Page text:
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In October 2002, a United Nations Panel of Experts accused 85 OECD-based companies of violating the Guidelines for their direct or indirect roles in the illegal exploitation of natural resources in the Democratic Republic of Congo (DRC). DAS AIR, one of the largest air transport companies operating in the Great Lakes Region, was cited by the Panel due to its involvement in the coltan trade. The coltan, originating in the eastern DRC, was exploited in an illicit trade condemned by the UN Panel of Experts on the Illegal Exploitation of Natural Resources and Other Forms of Wealth of the Democratic Republic of the Congo for its financing of occupying forces and rebel militias. The Panel alleged that DAS Air was involved in the transportation of coltan from the eastern DRC to the benefit of the Ugandan backed RCD-ML rebel force. DAS Air thereby operated civilian aircraft in a conflict zone, in contravention of international conventions governing civil aviation.
On 28 April 2005 the NGO RAID (Rights and Accountability in Development) submitted the complaint about DAS Air to the NCP under the auspices of the Guidelines. The complaint alleged that DAS Air had:
Failed to apply due diligence when transporting minerals from Entebbe and Kigali, which had a reasonable probability of being sourced from the conflict zone in the Democratic Republic of Congo (DRC); and,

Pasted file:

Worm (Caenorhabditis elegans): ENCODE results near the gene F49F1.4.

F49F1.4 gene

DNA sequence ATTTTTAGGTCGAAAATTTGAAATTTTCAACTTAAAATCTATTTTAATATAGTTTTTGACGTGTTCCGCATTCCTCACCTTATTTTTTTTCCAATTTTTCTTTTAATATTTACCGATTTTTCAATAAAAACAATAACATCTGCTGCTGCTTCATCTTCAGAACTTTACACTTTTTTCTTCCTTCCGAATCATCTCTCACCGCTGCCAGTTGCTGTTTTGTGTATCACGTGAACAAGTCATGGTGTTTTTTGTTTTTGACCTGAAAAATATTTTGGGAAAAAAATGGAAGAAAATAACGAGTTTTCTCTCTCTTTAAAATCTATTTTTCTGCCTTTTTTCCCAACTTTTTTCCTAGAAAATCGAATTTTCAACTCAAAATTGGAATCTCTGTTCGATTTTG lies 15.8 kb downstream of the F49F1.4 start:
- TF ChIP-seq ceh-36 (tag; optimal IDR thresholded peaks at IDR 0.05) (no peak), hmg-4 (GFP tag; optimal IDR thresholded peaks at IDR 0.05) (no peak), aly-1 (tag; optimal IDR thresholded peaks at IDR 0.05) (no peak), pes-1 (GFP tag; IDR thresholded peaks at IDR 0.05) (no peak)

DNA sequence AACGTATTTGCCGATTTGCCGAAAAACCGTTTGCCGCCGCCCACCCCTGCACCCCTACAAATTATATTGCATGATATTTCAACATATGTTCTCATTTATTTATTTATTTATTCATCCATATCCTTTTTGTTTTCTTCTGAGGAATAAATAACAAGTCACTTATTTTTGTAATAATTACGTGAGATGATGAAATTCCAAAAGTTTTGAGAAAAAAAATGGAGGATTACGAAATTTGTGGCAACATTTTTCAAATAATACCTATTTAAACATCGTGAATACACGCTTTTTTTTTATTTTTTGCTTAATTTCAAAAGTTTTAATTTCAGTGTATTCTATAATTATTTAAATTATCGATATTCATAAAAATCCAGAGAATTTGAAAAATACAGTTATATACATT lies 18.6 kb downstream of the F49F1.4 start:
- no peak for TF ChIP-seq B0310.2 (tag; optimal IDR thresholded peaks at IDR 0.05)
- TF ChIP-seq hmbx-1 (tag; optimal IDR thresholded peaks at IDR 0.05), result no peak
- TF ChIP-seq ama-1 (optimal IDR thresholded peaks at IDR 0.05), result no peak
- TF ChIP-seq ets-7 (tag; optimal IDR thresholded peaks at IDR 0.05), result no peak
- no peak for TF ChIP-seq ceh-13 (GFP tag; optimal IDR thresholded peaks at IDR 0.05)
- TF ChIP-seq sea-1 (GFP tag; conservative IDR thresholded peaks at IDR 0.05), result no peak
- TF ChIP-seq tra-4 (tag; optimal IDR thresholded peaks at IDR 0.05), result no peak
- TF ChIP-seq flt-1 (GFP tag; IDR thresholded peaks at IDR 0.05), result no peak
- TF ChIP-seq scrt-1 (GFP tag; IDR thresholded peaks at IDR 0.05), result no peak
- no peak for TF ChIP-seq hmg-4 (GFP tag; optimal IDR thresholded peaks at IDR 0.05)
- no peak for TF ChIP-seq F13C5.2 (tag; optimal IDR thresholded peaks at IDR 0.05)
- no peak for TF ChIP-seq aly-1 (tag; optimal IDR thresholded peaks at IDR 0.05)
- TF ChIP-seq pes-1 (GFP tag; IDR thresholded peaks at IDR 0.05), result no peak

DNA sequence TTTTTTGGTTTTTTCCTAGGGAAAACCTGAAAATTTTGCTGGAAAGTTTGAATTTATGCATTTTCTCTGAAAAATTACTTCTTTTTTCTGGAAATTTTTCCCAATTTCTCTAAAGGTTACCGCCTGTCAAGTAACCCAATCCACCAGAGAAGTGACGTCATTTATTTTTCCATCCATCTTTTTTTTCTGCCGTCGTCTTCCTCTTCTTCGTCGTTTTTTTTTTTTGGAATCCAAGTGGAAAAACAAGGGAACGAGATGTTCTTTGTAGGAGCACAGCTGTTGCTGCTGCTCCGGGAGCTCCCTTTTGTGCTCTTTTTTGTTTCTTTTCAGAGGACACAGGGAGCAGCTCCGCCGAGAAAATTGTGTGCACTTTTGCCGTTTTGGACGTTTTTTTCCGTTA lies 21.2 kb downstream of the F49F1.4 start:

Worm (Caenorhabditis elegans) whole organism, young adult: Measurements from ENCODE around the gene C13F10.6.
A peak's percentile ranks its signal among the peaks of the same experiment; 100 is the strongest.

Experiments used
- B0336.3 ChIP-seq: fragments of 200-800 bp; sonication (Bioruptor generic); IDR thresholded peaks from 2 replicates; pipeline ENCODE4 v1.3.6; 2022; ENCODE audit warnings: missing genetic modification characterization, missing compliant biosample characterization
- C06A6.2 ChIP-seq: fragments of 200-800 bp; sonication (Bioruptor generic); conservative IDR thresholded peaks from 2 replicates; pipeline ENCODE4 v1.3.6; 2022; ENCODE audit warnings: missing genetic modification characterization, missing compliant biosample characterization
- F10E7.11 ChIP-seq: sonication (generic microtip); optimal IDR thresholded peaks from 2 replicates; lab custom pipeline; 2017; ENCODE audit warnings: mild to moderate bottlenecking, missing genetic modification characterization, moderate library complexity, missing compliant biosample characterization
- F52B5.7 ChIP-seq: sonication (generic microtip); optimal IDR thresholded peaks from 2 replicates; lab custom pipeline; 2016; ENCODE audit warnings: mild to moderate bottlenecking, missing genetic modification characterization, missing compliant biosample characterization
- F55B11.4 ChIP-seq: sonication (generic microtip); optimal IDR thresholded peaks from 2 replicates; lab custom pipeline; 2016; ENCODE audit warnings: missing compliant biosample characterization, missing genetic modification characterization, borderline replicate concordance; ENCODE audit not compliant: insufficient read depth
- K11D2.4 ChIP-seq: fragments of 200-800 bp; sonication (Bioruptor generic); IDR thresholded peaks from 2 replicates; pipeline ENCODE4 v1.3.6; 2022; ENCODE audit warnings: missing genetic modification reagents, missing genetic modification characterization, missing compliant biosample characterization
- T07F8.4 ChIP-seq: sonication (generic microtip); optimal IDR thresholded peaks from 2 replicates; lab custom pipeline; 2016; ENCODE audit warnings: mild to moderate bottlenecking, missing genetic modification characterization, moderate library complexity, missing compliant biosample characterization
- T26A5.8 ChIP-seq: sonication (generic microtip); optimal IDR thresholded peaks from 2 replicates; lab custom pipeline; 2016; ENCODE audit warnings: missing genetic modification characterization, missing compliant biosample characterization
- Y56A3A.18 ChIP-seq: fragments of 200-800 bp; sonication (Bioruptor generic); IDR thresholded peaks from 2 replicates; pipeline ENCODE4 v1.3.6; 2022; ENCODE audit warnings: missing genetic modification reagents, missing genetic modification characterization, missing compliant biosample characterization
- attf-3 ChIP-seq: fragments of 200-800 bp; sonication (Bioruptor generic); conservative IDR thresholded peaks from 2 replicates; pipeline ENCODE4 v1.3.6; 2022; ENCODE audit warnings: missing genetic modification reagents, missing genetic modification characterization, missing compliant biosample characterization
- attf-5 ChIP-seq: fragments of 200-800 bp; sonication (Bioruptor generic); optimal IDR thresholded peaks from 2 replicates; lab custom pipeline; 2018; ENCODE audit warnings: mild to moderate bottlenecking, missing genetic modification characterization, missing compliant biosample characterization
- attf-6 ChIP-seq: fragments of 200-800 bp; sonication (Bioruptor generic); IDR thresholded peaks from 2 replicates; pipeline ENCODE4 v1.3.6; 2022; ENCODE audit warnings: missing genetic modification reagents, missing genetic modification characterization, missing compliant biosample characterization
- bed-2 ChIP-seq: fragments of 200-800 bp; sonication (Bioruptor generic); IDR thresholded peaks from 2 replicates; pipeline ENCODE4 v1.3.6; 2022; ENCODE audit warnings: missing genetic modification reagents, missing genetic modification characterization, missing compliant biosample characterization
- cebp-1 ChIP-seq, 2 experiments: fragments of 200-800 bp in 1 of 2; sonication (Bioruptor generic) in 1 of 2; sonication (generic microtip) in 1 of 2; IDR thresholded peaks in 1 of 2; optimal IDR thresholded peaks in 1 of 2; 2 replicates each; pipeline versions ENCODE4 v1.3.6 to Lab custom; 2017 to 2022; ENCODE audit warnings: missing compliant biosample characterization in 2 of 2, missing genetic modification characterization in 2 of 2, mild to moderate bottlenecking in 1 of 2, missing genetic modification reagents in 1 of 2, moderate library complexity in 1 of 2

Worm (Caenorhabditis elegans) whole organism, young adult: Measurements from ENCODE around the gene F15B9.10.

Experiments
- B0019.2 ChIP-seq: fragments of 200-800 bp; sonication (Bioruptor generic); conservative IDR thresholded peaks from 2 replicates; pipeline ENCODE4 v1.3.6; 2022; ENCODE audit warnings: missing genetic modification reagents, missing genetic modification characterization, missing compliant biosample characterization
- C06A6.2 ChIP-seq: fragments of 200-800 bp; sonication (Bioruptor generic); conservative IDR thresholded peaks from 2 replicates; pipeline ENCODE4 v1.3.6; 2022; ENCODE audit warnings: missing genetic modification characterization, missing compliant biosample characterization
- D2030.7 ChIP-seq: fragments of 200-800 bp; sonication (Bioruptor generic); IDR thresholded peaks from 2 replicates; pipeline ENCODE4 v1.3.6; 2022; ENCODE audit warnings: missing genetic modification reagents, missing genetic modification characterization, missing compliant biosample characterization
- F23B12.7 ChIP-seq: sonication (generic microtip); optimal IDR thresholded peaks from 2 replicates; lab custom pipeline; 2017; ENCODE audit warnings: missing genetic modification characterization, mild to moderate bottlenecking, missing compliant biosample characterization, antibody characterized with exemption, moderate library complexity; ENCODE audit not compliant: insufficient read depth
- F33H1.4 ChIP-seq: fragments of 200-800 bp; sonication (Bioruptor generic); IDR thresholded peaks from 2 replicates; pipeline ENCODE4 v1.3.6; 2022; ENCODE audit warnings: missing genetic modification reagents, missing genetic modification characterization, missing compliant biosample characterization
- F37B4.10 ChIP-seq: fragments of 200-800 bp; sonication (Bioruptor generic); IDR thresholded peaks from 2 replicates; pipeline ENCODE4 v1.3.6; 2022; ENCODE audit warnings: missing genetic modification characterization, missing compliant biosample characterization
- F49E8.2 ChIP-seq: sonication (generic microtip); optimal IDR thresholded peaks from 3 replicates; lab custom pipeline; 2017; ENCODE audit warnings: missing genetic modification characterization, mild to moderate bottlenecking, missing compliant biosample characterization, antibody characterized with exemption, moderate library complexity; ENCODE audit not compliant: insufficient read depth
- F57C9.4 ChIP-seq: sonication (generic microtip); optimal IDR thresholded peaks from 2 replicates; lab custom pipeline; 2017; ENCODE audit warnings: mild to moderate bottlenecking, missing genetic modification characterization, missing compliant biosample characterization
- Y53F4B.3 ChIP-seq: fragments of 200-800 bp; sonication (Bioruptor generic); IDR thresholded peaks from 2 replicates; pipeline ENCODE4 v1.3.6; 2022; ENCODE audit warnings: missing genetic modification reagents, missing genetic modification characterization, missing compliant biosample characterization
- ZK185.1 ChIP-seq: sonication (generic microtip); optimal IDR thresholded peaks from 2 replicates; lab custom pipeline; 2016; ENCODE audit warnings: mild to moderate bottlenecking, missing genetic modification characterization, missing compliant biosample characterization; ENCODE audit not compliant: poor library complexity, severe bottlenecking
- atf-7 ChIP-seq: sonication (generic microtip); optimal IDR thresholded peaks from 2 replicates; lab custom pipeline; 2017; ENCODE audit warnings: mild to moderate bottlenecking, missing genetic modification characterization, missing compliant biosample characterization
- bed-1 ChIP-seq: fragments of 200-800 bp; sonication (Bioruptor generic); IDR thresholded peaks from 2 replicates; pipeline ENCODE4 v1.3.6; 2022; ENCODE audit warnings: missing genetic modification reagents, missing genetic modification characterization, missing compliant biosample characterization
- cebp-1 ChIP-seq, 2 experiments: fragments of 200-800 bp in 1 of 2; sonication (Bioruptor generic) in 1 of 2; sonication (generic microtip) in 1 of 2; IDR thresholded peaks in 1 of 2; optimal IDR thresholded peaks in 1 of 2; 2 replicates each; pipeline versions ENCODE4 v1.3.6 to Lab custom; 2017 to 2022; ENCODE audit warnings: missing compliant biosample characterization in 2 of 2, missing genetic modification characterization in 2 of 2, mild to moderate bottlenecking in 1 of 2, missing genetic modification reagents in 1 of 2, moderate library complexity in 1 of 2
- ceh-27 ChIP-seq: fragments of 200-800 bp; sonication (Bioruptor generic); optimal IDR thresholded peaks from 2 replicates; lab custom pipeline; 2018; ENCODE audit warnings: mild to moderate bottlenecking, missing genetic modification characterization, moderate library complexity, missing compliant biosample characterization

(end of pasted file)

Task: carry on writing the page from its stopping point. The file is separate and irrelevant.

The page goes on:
Undertaken flights between Entebbe airport and the conflict zone in Eastern DRC:
The transportation of coltan from DRC including flights between DRC and Uganda between 1998 and 2001 (when this airspace was closed to civilian airlines due to the conflict); and,
The onwards transportation of coltan from Rwanda and Uganda until December 2001, which the Complainants allege were sourced from the conflict area in Eastern DRC.
These flights coincided with an illegal occupation of the area by the Ugandan military, during a period when the United Nations and NGOs recorded human rights abuses. A flight ban between DRC and Entebbe was in place during the applicable period, meaning these flights were in direct contravention of international aviation conventions (the Chicago Convention).